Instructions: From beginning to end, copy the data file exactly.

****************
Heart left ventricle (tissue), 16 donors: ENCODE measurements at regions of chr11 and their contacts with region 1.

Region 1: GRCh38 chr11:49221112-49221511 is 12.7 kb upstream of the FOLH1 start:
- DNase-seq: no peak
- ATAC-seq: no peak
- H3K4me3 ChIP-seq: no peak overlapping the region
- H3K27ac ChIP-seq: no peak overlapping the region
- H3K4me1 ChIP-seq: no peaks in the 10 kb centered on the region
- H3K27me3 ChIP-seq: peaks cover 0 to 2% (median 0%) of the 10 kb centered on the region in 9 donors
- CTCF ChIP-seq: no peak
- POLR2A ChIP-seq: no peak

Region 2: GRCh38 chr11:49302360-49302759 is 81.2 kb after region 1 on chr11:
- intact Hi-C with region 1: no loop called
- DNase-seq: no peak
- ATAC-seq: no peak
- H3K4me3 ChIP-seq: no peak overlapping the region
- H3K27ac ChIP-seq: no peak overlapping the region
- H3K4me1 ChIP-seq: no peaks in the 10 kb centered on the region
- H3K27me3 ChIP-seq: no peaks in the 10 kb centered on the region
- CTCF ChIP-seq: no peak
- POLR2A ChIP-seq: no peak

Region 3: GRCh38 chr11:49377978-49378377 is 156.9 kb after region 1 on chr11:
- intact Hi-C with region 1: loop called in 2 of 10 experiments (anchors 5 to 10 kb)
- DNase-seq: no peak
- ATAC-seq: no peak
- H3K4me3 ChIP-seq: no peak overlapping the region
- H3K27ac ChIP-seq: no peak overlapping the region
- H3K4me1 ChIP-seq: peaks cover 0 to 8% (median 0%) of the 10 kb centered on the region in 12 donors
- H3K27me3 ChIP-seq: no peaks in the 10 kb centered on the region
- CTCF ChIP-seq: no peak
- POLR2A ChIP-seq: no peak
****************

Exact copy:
Heart left ventricle (tissue), 16 donors: ENCODE measurements at regions of chr11 and their contacts with region 1.

Region 1: GRCh38 chr11:49221112-49221511 is 12.7 kb upstream of the FOLH1 start:
- DNase-seq: no peak
- ATAC-seq: no peak
- H3K4me3 ChIP-seq: no peak overlapping the region
- H3K27ac ChIP-seq: no peak overlapping the region
- H3K4me1 ChIP-seq: no peaks in the 10 kb centered on the region
- H3K27me3 ChIP-seq: peaks cover 0 to 2% (median 0%) of the 10 kb centered on the region in 9 donors
- CTCF ChIP-seq: no peak
- POLR2A ChIP-seq: no peak

Region 2: GRCh38 chr11:49302360-49302759 is 81.2 kb after region 1 on chr11:
- intact Hi-C with region 1: no loop called
- DNase-seq: no peak
- ATAC-seq: no peak
- H3K4me3 ChIP-seq: no peak overlapping the region
- H3K27ac ChIP-seq: no peak overlapping the region
- H3K4me1 ChIP-seq: no peaks in the 10 kb centered on the region
- H3K27me3 ChIP-seq: no peaks in the 10 kb centered on the region
- CTCF ChIP-seq: no peak
- POLR2A ChIP-seq: no peak

Region 3: GRCh38 chr11:49377978-49378377 is 156.9 kb after region 1 on chr11:
- intact Hi-C with region 1: loop called in 2 of 10 experiments (anchors 5 to 10 kb)
- DNase-seq: no peak
- ATAC-seq: no peak
- H3K4me3 ChIP-seq: no peak overlapping the region
- H3K27ac ChIP-seq: no peak overlapping the region
- H3K4me1 ChIP-seq: peaks cover 0 to 8% (median 0%) of the 10 kb centered on the region in 12 donors
- H3K27me3 ChIP-seq: no peaks in the 10 kb centered on the region
- CTCF ChIP-seq: no peak
- POLR2A ChIP-seq: no peak